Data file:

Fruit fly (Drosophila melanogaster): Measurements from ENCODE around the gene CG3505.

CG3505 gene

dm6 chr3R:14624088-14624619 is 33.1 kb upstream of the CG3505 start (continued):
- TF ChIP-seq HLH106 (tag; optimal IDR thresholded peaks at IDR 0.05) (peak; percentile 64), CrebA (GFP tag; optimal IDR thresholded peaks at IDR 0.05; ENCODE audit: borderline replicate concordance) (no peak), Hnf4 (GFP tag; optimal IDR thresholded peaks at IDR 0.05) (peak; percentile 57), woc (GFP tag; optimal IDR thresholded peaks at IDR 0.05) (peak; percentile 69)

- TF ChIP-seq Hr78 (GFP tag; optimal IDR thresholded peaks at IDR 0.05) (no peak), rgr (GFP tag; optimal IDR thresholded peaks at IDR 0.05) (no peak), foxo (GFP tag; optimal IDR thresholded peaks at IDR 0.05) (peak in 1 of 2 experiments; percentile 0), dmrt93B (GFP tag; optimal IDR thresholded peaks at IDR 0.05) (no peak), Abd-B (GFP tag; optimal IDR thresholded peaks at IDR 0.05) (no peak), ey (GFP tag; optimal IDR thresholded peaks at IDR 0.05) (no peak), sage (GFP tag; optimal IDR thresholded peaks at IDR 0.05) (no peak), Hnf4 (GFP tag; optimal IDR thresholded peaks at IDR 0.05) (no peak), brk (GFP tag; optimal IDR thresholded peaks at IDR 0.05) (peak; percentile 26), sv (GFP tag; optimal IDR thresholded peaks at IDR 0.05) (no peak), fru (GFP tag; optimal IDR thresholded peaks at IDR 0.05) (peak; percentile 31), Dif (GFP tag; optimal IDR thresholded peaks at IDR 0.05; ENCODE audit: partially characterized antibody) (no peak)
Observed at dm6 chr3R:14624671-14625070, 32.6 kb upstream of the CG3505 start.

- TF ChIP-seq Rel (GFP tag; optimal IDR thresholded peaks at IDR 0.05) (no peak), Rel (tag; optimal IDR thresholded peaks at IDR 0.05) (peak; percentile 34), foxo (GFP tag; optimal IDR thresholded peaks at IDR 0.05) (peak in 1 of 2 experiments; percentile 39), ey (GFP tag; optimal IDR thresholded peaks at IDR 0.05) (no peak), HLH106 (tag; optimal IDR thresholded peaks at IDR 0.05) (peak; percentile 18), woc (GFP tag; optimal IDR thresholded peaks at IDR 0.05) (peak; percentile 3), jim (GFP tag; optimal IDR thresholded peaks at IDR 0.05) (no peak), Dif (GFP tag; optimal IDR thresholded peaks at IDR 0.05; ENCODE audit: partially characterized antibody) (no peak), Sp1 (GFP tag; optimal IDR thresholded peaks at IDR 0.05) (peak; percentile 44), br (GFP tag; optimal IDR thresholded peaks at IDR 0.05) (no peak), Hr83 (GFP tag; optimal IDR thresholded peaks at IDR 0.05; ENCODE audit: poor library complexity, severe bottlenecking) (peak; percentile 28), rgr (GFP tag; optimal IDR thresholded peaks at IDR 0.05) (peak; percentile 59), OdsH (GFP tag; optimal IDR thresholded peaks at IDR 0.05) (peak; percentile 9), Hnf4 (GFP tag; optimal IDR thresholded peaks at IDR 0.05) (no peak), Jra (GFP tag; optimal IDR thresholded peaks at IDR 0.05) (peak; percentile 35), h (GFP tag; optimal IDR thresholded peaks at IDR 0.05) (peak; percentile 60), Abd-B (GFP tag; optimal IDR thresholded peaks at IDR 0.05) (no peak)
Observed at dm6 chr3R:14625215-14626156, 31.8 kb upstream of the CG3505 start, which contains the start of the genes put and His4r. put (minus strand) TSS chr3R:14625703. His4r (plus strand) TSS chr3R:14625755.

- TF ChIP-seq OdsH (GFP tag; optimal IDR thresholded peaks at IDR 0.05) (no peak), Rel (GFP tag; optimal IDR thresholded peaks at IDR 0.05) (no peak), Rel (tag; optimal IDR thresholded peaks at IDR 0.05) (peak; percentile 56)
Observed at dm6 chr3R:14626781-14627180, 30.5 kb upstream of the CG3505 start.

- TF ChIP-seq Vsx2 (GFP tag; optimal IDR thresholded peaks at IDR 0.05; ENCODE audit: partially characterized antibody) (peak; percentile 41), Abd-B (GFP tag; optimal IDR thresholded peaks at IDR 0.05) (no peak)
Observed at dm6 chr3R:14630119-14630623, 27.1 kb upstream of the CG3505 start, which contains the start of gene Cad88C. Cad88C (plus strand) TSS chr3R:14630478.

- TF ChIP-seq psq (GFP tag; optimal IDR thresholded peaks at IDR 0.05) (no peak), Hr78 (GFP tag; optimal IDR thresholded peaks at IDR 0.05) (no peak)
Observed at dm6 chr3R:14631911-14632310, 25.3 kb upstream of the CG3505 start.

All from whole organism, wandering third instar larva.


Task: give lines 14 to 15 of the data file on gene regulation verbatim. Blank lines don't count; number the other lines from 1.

Observed at dm6 chr3R:14631911-14632310, 25.3 kb upstream of the CG3505 start.

All from whole organism, wandering third instar larva.